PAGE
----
Recently, I was on a trip with my college surrounded by people from the history department (don’t hate, I mean, someone has to love it) and naturally I was surrounded by the typical narrow-minded people who literally know nothing about Greek life. I heard everything, from the snide comments like “You only wear clothes with your letters on them” to “ohhh yeah, that’s right, you pay an outrageous amount of money for all those ‘friends,’ right? It’s like a country club for basic white girls.”
WOAH. Um, excuse me, but do you actually know what you’re talking about? Yeah, I didn’t think so considering what you think our letters stand for “Alcohol, T-Shirts, and Parties.”
This is what I was surrounded with for a week in a foreign country, and while I completely understand the misconstrued notion of Greek Life (although the above mentioned items are certainly found in some circles), I also know when I’m right. And I absolutely know that I’m right when I say that being a part of Greek Life will change you as a person, bringing you out of that self-conscious high school shell that wouldn’t speak to a soul, transforming you into a conversation hoarder that could make a brick wall talk back. And that’s just the beginning.
Someone else on this very trip mockingly said to me, “Oh, so you think you can get a job over someone else just by saying, ‘I’m your sorority sister’ and then giving your secret handshake?” I then replied, “No. My sorority has allowed me to say, ‘This is who I am. And I deserve this job.’”
Because, when I’m twenty-four years old and the rest of my former college peers are searching for the courage to knock on someone’s office door, I will most likely be the door their knocking on. The confidence I’m portraying does not come from giving my secret handshake or password to the highest ranking closet sorority woman at my company or from reciting my creed word for word in a closed midnight meeting with the same woman. My confidence in my future and myself comes from what my chapter has given me that remained unnoticed by myself until recently.
It has taught me how to respect people, as anyone that’s ever rushed a sorority knows that no one is as intimidating as an older girl telling you to leave a party early. Not until you sit through a meeting with a furious President and Chapter Advisor do you understand respect. Not until you get sent to Standards and have to silently take any and all punishment given you despite the fact that, at formal, you didn’t know your date’s “grand idea” was jumping in the pool. Not until you see the most beautiful, kind person you’ve ever known suffer a tragic heartbreak do you understand that to respect someone is more than appreciating them, but it also involves caring, listening, and being there when they need it.
It has taught me how to be a friend. Being in a sorority is something that comes with so many strings, as you have to attend many meetings and events, but what I didn’t realize until recently is that I would never have met the women that I call my best friends and bridesmaids if it hadn’t been for Greek Life. Our paths would never have crossed, our wine never shared, and our laughs never heard, because we are all so different. But that’s what makes our bond so beautiful. I learned that simply sending a thoughtful text message can turn someones day around, or having a conversation with a sister in the library could turn around mine. It’s extraordinary, the friendships I’ve made through being Greek.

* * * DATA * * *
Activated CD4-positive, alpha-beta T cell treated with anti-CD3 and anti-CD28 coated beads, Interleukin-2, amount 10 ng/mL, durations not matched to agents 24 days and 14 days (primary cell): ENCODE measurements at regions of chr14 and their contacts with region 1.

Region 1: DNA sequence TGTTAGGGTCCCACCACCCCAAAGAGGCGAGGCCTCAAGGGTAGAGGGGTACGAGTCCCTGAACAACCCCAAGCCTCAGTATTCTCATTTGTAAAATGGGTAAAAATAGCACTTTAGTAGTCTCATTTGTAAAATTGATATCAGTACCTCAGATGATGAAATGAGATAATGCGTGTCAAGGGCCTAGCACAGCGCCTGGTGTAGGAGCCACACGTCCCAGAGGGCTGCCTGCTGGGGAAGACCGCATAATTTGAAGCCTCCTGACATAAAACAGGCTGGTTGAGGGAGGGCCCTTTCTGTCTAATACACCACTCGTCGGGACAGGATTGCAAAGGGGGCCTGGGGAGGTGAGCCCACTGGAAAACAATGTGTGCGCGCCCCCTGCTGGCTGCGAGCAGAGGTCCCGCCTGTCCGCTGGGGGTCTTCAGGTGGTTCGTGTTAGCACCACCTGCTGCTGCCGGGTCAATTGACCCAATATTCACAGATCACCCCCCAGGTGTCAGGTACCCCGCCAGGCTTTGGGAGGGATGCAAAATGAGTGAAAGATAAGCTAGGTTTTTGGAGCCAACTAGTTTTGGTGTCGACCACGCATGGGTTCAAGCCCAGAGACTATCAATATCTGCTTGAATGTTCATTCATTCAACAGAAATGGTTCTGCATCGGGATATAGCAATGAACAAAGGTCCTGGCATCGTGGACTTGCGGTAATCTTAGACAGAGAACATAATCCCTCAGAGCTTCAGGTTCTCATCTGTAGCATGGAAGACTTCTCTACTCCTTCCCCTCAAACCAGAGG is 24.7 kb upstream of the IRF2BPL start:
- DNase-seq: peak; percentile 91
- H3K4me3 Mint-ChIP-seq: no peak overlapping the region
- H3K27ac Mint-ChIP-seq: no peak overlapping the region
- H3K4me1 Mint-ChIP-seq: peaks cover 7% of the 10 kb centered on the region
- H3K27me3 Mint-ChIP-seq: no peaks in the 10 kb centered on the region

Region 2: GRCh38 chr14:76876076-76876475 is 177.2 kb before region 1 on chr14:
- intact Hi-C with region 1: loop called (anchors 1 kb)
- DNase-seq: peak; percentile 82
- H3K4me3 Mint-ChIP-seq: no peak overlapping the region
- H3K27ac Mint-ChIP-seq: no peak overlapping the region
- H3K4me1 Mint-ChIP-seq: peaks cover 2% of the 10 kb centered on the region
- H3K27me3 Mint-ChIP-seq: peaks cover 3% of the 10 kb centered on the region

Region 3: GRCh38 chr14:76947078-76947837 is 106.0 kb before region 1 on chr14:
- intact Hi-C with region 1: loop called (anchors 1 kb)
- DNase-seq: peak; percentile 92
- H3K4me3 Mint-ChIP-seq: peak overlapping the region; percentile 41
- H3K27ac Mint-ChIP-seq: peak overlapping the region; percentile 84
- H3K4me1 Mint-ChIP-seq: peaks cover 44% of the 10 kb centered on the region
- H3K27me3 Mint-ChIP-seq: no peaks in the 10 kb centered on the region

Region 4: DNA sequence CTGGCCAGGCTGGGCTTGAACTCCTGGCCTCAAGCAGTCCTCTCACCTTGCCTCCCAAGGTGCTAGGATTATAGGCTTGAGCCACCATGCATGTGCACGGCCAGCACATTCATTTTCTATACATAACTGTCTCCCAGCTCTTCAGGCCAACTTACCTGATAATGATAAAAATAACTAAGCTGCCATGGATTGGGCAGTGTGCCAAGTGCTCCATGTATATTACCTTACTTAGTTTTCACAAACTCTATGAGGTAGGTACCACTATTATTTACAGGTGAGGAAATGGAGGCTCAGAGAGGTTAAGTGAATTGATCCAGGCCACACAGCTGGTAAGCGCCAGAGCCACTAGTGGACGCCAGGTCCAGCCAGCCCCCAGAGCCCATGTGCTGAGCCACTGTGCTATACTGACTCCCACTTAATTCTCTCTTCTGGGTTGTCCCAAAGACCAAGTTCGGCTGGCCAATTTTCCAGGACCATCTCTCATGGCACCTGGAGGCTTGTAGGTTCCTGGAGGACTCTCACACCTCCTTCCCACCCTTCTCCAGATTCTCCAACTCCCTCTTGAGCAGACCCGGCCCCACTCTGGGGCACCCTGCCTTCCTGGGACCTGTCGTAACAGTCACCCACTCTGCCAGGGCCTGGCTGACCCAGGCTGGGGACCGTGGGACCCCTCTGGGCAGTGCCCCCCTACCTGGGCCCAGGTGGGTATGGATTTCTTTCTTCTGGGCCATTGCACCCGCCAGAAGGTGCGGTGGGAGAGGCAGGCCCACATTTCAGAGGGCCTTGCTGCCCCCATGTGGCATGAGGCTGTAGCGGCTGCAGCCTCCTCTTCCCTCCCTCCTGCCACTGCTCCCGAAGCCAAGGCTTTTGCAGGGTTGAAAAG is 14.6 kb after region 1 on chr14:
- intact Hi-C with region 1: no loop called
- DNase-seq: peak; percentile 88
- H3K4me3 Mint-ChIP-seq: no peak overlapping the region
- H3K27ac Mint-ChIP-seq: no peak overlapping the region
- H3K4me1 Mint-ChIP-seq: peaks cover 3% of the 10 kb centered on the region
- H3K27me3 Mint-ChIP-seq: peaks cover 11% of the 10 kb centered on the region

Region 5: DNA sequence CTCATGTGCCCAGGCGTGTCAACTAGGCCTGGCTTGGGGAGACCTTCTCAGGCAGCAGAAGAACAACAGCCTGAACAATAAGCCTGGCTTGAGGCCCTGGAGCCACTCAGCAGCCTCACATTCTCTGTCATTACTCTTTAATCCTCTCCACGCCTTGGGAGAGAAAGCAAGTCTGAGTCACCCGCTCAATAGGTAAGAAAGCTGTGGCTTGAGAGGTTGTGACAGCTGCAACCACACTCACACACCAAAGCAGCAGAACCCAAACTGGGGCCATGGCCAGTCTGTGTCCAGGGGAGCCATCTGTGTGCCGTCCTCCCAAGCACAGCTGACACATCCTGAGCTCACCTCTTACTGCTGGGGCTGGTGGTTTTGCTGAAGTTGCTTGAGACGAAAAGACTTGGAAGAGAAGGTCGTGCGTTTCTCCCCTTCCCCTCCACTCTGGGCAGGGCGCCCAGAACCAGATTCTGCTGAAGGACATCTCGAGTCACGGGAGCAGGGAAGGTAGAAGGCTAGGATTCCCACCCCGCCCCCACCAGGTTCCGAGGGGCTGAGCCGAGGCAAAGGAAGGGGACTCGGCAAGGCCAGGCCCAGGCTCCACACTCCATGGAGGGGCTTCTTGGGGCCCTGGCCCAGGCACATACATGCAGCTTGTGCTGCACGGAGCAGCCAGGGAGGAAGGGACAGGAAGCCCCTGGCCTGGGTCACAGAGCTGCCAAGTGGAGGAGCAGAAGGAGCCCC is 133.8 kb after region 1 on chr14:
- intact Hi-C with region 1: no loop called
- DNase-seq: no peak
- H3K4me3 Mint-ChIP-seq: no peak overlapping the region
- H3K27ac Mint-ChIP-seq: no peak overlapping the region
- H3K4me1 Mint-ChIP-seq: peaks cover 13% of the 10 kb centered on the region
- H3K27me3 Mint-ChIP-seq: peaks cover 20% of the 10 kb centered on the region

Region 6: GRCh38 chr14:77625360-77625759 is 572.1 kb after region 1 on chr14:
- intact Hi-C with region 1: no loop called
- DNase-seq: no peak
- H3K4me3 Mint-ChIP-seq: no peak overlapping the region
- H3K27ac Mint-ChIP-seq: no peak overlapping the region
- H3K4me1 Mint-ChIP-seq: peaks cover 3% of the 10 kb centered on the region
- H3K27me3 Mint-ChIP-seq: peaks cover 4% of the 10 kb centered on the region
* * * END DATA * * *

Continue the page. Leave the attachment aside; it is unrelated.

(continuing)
It has taught me how to be a leader. I mean, sure, I’d held positions in high school, ruling over a few people, but not until I was sitting above my chapter with my executive council, speaking to a hundred girls about how important our service projects were did I understand how to lead. Not until I was the only person up until 4AM making a pre-rush mixer banner did I understand responsibility. Not until I accepted a recruitment position that basically took up all my spare time during the summer did I understand how it felt to be truly depended upon. All of these are qualities that leaders must have and my chapter molded me into the leader I know I can be today and for that I am forever grateful.
Most importantly, though, my sorority has taught me to believe in myself. It gave me the courage to apply for a leadership position, the self-assurance when I received one, and the support when I carried out the responsibilities that came with it. It gave me the confidence to just let go and be…me. It has allowed me to grow into a courageous young woman who will take leaps, (such as traveling to foreign countries without knowing anyone, yet coming back with more new friends than I can count.) It has given me the ability to walk into an interview, look my superior in the eyes, explain precisely why I deserve the job, and then be hired on the spot.
So many people today see Greek Life portrayed through various media outlets in the most negative light. And, of course, not all of what they show is false, yet they are certainly events that happen far and few between. Looking back at my three years in college, I would change some of my decisions if I could, but I would say with absolute certainty that I would never change being Greek. I would never change that precarious decision I made to rush a sorority. It has changed my life and slowly morphed me into the strong, confident woman that I have become, which is something all the money in the world could not buy.
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